The Little Rock Zoo

.The Little Rock Zoo needs to step up and care for the animals better! Please read the several artciles here with deaths, sickness and a bald chimp!

Saturday, December 25, 2010

Chimpanzee-Baboon Differences

When wild chimpanzees want a protein snack, they may choose to go after termites. The apes’ method of termite-hunting is cultural—that is, dependent on ape-to-ape learning in the specific population in which they live. Chimpanzees in Gombe, Tanzania, for instance, “fish” for termites by making a wand tool and then sticking it down into the termite mound. Chimpanzees in the Nouabalé-Ndoki National Park in the Republic of Congo, by contrast, first push a puncturing tool with their feet into the mound and only then use finer manual skills to probe with tools into the termite chambers.

Baboons supplement their diet with termites, too. Watching them leap into the air when the termites fly out of the mound shows they’re enthusiastic termite consumers. But the baboons don’t use tools to hunt these insects. In fact, they’re stuck waiting around for the termites’ seasonal flights from the mound, and then catch the insects by hand. In other words, the monkeys’ diet is constrained by the termites’ reproductive biology, and the chimpanzees play an active role, aided by technology, in tapping into a nutritious food source on their own schedule.

This chimpanzee-baboon difference illustrates what some primatologists call the “cognitive watershed”: the idea that, as a pattern, our closest living relatives, the great apes (chimpanzees, bonobos, gorillas, and orangutans), are more highly skilled at problem solving and complex thinking than are the monkeys (baboons, macaques, howler monkeys, squirrel monkeys, and their relatives).

The cognitive watershed idea is best considered a hypothesis rather than a robust conclusion. After all, monkeys, like baboons—and vervets and macaques—show keen intelligence in their own ways. When vervet monkey A aggresses against vervet monkey B, B will be highly likely to carry out what’s called “kin-based redirected aggression.” That is, B may soon go after A’s relative and punish the relative for A’s transgression. That shows abstract thinking about monkey relatedness.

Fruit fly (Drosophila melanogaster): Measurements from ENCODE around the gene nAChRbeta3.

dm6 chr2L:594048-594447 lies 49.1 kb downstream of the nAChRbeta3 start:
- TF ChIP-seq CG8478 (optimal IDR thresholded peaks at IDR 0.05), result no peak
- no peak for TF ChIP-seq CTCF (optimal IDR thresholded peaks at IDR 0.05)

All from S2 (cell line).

But the great apes seem to go even further than this. They show evidence of an elaborated theory of mind—an ability to take into account that their social partners may have access to different stores of knowledge than they themselves do. Ape tool behavior once again provides a good example. In Cote d’Ivoire, a mother chimpanzee is likely to facilitate her youngster’s learning of nut-cracking in a number of ways directly related to what that youngster does or doesn’t already know about bringing together nuts, hammers, and anvils. The mother adjusts her behavior to the visible skill level of the child, implicitly recognizing that she herself knows more than the youngster and that the youngster’s abilities shift over time.

Capuchin monkeys of South America push against the cognitive watershed idea quite directly because they forage aided by tools in complex ways that are quite unusual for monkeys. Of course, caution is required on the part of scientists who compare the cognition of two groups of nonhuman primates like this—especially because we humans may tend to rate apparently humanlike thinking as the most complicated of all.

Still, the cognitive watershed is a useful perspective because it helps primatologists think up experiments and predictions to test, and helps us organize how we approach potentially key distinctions within the primate order.

Barbara King is a professor of anthropology at The College of William & Mary and the author of Being With Animals and the Friday Animal Blog.

Story Credit Here


  1. Anonymous12:58 PM

    Why'd u go through this trouble all for nothing???????????????????????????????????????

    1. Anonymous1:52 PM

      That is wonderful info but next time don't put so much room at the bottom. but good job anyway! it must have took a lot of time to reasearch it!

    2. Anon;
      Thank you for your comment and your compliment. I didn't realize there is so much room at the bottom. I will look at that and see if I can correct it.

      I try hard to give the public "true" information on all species of Primates (simians).

  2. Anonymous1:48 PM

    Thank you so much! this really helped me on my homework! THANK U!!!!!

  3. Dear anon;
    Thank you for your wonderful comment. Information here is always truthful and well researched. I'm so glad you were able to get the information you needed for your paper.

    Good luck on that paper, hope you get an "A".